Christian tradition has never recognized the right to private property as absolute and untouchable. On the contrary, it has always understood this right within the broader context of the right common to all to use the goods of the whole of creation: the right to private property is subordinated to the right to common use, to the fact that goods are meant for everyone — Compendium of the Social Doctrine of the Church
Back around the year 2000, I went to a lecture series by Anglican biblical scholar, Dr. Kenneth E. Bailey. It was on the parables of Jesus in the Gospel of Luke. During the second lecture, he discussed Jesus’ radical teachings on riches, poverty and generosity to the poor by reflecting on 14:12-13:
[Jesus] said also to the one who had invited him, “When you give a luncheon or a dinner, do not invite your friends or your brothers or your relatives or rich neighbors, in case they may invite you in return, and you would be repaid. But when you give a banquet, invite the poor, the crippled, the lame, and the blind.”
During his reflections, I wrote down copious notes, and later mixed them with my own insights that his talks inspired. This is an excerpt from my journal:
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As he was speaking about this text from Luke, Dr. Bailey incidentally mentioned, “I was talking to a Catholic priest in Lebanon who said, ‘You know, Ken, you can talk to people about how faith impacts politics or macro-economics, and they may get hot under the collar. But you can still be on speaking terms later. But talk about the demands faith makes on their sex life or personal wallets? My Lord! You’ll find yourself stepping on landmines and may not survive…'”
“Yet,” Bailey said, “when Jesus met Zaccaeus He, in a room full of other tax collectors and sinners, zeroed in on Zaccaeus’ overstuffed money bag. But notice Zaccaeus’ response: ‘Look, half of my possessions, Lord, I will give to the poor; and if I have defrauded anyone of anything, I will pay back four times as much.’ THIS is salvation, Jesus says, ‘Today salvation has come to this house, because he too is a son of Abraham.’ In Luke it’s overwhelmingly clear that ‘being saved’ looks like wealth being transformed into justice and alms.”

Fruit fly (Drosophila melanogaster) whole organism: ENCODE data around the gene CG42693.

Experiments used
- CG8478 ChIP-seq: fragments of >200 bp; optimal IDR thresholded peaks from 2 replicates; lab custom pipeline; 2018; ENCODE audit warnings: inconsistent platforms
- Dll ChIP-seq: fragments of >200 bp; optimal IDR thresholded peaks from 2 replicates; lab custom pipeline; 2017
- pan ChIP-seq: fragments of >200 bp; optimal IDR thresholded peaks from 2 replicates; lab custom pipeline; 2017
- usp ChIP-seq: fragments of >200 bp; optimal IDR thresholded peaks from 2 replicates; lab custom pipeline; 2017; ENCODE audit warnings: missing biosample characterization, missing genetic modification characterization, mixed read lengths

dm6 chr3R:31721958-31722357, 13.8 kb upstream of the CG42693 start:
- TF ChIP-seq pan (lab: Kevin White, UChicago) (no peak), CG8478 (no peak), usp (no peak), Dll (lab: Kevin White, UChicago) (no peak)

Bailey further noted, “One of the most important functions of the earliest monastic communities in Egypt and Syria was to offer Christians living in the world a radical witness as to what economics might look like if Jesus laid hold of it. By their voluntary poverty, monks were to keep before the whole Church a sustained critique of lavish lifestyles, of possessiveness or envy or greed. Monks showed the joy of riches is found only in their potential to enrich many.”
Then he quoted the description of the early Christian community in Acts 2:44-45:
All who believed were together and had all things in common; they would sell their possessions and goods and distribute the proceeds to all, as any had need.
“And,” he added, “if you look at church history, when the monks get rich, the whole Church suffers loss.”
Then he said,
This Lukan logic has always been present at the heart of the Eucharistic Offertory, when the bread, wine and a tithe of alms are brought forward to the Altar of Sacrifice. One’s 10% tithe was never meant to be God’s “cut” of your wealth, leaving you the other 90% to do with as you please. No! Just like the bread and wine, the tithe signified handing over of all of one’s possessions and wealth, placing everything at the feet of Christ’s whole Body as a service of worship.
Yes, you can’t serve God and mammon precisely because the ‘and’ reveals each as a mutually exclusive competitor — some for God’s ends, but the rest for my own. However, you can serve God with mammon when you acknowledge all of it belongs to God, and so all of it belongs to your neighbors. Which are one and the same thing for Jesus.
Our life mission then becomes prudently placing all we have at the service of others, for the glory of God. The God of Jesus, that is, who ‘though he was rich, yet for your sakes he became poor, so that by his poverty you might become rich.’ (2 Cor. 8:9).
At the end of his riff, Dr. Bailey noted,
For the Jesus of Luke’s Gospel, the principle sign of salvation is detachment from riches. A detachment that opens one to generosity animated by love for the apple of God’s eye: the poor, orphan, widow, all who live at the margins of life.
But for Jesus, salvation is not simply frugality. Misers are the most frugal of all. Salvation means a frugality that enriches generosity because it is inspired by love. Which is why Christians should regularly subject their wallets, and the wallet culture they inhabit, to a regular Gospel audit.
I’m off to Confession now….[end of journal entry]